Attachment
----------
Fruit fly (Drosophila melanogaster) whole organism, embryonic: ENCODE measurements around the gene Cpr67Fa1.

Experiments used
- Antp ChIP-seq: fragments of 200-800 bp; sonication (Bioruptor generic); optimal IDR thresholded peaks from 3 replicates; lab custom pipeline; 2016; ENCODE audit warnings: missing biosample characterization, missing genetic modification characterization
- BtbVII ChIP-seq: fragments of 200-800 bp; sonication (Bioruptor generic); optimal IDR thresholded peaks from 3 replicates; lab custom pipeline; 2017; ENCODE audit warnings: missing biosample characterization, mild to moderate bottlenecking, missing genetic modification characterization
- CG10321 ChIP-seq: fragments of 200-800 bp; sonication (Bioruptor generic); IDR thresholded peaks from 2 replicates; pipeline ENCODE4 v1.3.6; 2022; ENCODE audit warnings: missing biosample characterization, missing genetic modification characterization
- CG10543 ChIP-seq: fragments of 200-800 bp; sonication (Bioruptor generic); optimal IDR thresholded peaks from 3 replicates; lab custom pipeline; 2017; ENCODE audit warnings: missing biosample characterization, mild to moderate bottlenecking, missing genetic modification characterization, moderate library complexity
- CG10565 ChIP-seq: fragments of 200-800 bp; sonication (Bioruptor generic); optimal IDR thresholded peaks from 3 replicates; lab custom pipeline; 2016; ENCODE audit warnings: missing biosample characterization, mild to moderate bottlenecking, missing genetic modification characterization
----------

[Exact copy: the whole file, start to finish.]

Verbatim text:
Fruit fly (Drosophila melanogaster) whole organism, embryonic: ENCODE measurements around the gene Cpr67Fa1.

Experiments used
- Antp ChIP-seq: fragments of 200-800 bp; sonication (Bioruptor generic); optimal IDR thresholded peaks from 3 replicates; lab custom pipeline; 2016; ENCODE audit warnings: missing biosample characterization, missing genetic modification characterization
- BtbVII ChIP-seq: fragments of 200-800 bp; sonication (Bioruptor generic); optimal IDR thresholded peaks from 3 replicates; lab custom pipeline; 2017; ENCODE audit warnings: missing biosample characterization, mild to moderate bottlenecking, missing genetic modification characterization
- CG10321 ChIP-seq: fragments of 200-800 bp; sonication (Bioruptor generic); IDR thresholded peaks from 2 replicates; pipeline ENCODE4 v1.3.6; 2022; ENCODE audit warnings: missing biosample characterization, missing genetic modification characterization
- CG10543 ChIP-seq: fragments of 200-800 bp; sonication (Bioruptor generic); optimal IDR thresholded peaks from 3 replicates; lab custom pipeline; 2017; ENCODE audit warnings: missing biosample characterization, mild to moderate bottlenecking, missing genetic modification characterization, moderate library complexity
- CG10565 ChIP-seq: fragments of 200-800 bp; sonication (Bioruptor generic); optimal IDR thresholded peaks from 3 replicates; lab custom pipeline; 2016; ENCODE audit warnings: missing biosample characterization, mild to moderate bottlenecking, missing genetic modification characterization